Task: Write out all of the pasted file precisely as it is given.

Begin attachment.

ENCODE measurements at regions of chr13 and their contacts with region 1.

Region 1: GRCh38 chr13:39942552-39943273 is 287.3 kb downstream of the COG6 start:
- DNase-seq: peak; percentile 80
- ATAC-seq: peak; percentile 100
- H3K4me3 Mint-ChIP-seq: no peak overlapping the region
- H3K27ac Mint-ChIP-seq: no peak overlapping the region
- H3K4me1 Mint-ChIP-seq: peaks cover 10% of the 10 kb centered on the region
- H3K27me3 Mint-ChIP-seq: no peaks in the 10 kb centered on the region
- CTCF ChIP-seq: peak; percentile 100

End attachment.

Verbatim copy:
ENCODE measurements at regions of chr13 and their contacts with region 1.

Region 1: GRCh38 chr13:39942552-39943273 is 287.3 kb downstream of the COG6 start:
- DNase-seq: peak; percentile 80
- ATAC-seq: peak; percentile 100
- H3K4me3 Mint-ChIP-seq: no peak overlapping the region
- H3K27ac Mint-ChIP-seq: no peak overlapping the region
- H3K4me1 Mint-ChIP-seq: peaks cover 10% of the 10 kb centered on the region
- H3K27me3 Mint-ChIP-seq: no peaks in the 10 kb centered on the region
- CTCF ChIP-seq: peak; percentile 100